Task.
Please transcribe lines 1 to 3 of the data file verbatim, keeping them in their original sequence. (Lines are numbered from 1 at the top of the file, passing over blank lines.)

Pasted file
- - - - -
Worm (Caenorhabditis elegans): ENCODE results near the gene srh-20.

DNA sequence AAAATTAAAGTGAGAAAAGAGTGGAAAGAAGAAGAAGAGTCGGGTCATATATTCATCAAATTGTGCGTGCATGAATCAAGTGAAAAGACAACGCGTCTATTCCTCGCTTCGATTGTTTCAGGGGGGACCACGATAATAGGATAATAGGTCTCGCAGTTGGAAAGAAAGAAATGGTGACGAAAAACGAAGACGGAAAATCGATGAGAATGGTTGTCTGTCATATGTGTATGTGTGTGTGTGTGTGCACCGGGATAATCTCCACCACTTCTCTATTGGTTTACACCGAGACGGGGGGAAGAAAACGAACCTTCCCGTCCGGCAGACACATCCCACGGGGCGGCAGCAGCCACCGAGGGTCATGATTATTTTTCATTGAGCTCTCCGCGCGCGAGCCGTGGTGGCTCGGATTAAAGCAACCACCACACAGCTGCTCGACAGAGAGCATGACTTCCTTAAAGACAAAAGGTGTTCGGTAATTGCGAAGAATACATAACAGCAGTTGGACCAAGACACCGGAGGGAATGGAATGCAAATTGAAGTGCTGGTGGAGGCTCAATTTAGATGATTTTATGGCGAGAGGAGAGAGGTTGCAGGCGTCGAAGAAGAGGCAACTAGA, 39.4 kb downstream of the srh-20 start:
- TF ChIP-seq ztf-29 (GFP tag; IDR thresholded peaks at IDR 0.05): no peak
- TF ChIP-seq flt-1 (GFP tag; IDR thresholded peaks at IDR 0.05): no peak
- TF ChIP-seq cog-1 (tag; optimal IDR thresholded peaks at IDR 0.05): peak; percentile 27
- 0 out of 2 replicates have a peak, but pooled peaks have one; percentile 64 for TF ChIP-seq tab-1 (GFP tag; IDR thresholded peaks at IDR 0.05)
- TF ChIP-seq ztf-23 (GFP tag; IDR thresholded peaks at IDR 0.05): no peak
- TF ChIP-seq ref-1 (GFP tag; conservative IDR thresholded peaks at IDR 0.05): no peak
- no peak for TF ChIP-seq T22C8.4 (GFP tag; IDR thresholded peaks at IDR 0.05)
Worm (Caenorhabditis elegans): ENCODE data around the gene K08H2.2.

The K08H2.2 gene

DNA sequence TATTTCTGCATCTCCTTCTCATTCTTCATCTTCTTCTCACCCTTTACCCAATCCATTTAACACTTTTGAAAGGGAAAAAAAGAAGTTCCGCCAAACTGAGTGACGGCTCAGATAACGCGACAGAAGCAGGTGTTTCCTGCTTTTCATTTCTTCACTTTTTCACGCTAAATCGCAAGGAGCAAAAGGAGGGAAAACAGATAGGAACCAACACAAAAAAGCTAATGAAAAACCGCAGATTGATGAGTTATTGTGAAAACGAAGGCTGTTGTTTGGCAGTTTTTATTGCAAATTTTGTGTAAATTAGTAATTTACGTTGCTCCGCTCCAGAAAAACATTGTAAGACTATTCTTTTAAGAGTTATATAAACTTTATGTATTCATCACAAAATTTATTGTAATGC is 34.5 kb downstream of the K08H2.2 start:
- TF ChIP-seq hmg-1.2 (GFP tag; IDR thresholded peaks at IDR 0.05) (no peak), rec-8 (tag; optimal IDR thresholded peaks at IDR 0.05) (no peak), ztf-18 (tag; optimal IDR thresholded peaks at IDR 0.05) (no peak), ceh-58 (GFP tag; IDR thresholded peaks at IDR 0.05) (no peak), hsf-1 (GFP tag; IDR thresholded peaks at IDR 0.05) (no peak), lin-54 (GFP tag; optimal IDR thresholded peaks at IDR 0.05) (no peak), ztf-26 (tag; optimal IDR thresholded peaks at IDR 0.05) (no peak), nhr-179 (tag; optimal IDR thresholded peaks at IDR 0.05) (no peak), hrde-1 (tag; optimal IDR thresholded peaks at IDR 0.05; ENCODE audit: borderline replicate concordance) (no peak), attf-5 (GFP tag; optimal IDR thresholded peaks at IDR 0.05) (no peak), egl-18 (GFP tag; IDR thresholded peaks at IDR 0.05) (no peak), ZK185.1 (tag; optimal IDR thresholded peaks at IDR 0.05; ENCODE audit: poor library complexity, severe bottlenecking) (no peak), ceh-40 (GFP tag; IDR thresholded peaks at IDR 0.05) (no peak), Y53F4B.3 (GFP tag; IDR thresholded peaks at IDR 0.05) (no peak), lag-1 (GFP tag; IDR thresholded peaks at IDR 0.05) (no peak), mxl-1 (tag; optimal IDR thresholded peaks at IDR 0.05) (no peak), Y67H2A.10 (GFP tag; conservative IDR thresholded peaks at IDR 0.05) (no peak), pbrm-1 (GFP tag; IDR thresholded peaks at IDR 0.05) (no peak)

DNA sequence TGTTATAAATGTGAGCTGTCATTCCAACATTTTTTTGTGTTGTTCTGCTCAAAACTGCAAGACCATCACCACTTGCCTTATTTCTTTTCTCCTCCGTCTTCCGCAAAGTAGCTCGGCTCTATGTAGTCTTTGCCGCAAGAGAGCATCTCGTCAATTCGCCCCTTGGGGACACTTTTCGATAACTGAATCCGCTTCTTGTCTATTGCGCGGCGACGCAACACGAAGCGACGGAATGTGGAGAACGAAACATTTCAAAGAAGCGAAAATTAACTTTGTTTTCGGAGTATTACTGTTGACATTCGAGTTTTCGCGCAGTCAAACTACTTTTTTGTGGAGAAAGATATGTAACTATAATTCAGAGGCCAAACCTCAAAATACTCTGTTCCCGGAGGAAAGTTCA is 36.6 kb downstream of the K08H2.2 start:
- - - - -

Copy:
Worm (Caenorhabditis elegans): ENCODE results near the gene srh-20.

DNA sequence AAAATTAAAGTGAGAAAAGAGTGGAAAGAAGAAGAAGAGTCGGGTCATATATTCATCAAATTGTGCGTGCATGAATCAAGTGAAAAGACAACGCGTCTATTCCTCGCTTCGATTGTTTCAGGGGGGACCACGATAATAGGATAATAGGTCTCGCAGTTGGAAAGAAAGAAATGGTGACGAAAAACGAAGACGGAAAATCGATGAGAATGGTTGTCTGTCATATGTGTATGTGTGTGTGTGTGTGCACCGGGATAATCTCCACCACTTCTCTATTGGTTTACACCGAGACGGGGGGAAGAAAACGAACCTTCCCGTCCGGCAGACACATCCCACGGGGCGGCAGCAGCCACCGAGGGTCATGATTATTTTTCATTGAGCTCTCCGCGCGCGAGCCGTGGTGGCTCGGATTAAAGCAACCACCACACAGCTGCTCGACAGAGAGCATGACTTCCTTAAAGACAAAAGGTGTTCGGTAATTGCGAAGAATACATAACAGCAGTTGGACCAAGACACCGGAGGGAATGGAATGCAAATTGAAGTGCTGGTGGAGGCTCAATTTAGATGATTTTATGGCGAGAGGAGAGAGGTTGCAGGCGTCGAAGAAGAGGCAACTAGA, 39.4 kb downstream of the srh-20 start:
- TF ChIP-seq ztf-29 (GFP tag; IDR thresholded peaks at IDR 0.05): no peak